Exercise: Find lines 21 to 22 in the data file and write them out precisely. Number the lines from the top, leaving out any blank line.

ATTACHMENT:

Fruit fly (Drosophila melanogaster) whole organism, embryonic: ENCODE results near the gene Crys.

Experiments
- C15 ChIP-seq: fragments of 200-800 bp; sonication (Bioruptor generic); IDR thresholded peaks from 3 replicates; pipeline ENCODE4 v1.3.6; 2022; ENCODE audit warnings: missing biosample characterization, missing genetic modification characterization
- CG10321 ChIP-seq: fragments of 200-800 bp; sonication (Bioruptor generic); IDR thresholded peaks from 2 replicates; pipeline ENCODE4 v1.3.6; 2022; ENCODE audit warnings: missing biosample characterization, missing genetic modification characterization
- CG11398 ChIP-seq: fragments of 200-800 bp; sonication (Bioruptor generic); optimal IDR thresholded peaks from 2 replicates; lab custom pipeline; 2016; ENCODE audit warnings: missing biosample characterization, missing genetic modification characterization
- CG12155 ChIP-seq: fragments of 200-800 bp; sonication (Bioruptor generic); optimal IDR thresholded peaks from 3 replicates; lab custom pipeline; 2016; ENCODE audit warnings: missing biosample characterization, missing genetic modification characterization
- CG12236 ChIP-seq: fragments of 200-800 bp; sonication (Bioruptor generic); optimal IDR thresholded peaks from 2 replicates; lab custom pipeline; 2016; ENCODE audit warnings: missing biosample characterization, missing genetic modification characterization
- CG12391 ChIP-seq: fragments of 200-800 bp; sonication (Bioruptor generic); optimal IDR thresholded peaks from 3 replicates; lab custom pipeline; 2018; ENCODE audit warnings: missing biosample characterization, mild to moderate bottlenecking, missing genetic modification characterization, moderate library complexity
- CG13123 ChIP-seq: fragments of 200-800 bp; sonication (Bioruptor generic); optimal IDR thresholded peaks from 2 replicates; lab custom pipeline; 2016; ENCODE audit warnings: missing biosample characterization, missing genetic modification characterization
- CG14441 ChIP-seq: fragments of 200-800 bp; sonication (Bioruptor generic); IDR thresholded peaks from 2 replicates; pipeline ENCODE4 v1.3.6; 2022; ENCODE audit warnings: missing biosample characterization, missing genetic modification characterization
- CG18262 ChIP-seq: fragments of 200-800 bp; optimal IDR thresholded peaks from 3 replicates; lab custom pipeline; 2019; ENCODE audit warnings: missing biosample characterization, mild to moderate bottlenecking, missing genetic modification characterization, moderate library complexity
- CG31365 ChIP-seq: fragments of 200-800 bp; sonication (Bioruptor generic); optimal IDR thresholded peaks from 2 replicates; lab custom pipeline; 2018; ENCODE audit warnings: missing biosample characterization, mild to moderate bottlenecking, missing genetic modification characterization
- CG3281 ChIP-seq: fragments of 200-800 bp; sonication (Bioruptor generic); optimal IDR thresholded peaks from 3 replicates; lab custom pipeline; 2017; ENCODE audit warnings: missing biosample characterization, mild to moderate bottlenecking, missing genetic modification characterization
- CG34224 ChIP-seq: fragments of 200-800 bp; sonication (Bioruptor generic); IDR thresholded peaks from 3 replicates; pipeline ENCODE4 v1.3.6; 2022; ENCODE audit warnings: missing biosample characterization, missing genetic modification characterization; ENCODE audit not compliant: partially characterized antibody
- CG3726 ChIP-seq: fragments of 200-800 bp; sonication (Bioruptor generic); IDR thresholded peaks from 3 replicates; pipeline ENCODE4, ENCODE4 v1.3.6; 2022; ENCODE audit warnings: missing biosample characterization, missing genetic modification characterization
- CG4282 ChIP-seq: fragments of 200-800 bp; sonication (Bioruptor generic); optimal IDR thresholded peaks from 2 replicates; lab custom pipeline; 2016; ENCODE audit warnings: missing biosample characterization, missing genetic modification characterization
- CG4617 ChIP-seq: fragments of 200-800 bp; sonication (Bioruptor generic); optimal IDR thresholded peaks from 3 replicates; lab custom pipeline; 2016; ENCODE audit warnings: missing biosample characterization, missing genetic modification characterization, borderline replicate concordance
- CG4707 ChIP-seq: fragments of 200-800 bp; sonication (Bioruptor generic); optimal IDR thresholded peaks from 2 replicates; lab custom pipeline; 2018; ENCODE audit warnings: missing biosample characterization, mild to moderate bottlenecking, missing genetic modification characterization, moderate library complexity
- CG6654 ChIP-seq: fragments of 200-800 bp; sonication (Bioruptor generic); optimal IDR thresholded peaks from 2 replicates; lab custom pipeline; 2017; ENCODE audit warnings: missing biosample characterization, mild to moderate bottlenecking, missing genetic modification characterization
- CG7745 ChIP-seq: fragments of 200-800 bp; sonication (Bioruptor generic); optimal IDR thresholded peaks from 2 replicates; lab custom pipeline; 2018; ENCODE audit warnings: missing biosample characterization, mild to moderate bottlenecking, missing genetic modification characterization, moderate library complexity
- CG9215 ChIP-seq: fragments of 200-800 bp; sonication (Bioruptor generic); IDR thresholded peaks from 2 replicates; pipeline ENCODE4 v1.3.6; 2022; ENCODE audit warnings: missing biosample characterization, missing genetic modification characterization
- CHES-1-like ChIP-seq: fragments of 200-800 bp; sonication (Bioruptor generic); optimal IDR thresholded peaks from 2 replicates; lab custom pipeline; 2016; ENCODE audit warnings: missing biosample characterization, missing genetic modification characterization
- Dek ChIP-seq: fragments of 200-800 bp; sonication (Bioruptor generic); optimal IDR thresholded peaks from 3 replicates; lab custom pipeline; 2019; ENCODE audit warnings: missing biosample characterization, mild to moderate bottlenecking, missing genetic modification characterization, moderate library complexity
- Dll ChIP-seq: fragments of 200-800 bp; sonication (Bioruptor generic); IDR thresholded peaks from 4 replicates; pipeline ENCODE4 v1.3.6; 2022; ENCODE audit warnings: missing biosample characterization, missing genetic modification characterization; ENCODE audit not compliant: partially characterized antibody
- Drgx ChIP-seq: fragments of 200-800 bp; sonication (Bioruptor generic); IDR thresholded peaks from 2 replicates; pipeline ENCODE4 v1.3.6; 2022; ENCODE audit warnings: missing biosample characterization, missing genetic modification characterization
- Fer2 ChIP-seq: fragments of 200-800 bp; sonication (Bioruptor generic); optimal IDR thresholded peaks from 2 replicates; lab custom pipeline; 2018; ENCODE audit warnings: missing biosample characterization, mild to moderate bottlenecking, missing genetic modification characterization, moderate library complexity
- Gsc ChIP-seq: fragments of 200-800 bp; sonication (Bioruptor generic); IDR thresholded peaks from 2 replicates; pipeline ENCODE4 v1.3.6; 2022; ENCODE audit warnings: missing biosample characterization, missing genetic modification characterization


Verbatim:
- CG9215 ChIP-seq: fragments of 200-800 bp; sonication (Bioruptor generic); IDR thresholded peaks from 2 replicates; pipeline ENCODE4 v1.3.6; 2022; ENCODE audit warnings: missing biosample characterization, missing genetic modification characterization
- CHES-1-like ChIP-seq: fragments of 200-800 bp; sonication (Bioruptor generic); optimal IDR thresholded peaks from 2 replicates; lab custom pipeline; 2016; ENCODE audit warnings: missing biosample characterization, missing genetic modification characterization